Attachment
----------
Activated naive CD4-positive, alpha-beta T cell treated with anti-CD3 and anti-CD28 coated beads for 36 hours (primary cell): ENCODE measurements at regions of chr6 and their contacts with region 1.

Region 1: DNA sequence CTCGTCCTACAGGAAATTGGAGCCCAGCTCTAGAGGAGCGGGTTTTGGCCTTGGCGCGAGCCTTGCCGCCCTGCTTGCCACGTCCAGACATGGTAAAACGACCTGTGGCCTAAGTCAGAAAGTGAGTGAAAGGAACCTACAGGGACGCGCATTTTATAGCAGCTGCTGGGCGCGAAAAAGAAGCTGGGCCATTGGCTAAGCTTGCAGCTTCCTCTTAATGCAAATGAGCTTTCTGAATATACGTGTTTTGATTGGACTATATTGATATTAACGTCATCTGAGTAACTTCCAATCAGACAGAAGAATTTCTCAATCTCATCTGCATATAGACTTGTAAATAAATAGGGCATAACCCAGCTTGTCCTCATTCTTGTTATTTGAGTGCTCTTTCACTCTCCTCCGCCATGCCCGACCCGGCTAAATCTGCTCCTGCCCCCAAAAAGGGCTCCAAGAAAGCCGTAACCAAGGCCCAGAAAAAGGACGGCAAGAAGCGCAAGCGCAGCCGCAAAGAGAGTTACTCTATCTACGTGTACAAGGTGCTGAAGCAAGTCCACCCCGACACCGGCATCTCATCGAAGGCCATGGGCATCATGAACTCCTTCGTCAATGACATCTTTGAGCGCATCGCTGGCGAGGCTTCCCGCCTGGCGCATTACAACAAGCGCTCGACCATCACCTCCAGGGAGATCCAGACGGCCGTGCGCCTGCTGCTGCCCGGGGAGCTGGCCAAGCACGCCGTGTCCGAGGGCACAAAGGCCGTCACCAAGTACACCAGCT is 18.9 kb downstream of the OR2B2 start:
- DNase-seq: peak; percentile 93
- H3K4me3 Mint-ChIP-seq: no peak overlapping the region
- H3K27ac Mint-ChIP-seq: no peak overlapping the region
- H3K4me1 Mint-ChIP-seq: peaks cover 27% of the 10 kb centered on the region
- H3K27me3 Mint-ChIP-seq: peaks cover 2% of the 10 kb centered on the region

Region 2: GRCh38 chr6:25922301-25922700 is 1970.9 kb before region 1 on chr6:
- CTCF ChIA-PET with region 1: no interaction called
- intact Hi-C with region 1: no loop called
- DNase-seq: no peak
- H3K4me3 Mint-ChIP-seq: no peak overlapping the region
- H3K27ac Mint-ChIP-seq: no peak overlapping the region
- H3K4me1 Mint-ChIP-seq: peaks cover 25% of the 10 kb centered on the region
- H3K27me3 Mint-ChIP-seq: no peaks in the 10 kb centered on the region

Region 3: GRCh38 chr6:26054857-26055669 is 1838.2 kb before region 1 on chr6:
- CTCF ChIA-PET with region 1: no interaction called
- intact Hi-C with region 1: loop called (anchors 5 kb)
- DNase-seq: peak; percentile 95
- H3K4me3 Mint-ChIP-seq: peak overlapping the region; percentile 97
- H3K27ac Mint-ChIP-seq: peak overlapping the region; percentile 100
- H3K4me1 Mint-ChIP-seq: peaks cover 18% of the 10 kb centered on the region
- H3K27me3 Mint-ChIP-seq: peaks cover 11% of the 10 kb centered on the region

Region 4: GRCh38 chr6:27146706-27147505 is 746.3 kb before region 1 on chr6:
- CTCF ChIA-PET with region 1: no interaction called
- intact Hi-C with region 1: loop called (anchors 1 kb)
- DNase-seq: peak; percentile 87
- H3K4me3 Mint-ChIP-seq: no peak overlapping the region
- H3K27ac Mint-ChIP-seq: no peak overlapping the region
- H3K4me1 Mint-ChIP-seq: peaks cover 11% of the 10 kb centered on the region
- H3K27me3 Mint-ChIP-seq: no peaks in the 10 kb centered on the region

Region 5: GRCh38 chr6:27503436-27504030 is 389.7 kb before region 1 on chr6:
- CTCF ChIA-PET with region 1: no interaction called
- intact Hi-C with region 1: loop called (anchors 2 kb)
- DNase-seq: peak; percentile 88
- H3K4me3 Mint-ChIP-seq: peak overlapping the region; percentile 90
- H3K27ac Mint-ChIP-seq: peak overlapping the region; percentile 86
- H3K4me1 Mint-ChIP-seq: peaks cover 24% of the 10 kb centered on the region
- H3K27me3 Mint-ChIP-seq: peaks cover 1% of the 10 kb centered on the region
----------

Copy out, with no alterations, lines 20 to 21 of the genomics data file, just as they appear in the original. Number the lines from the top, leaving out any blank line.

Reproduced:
- H3K4me3 Mint-ChIP-seq: peak overlapping the region; percentile 97
- H3K27ac Mint-ChIP-seq: peak overlapping the region; percentile 100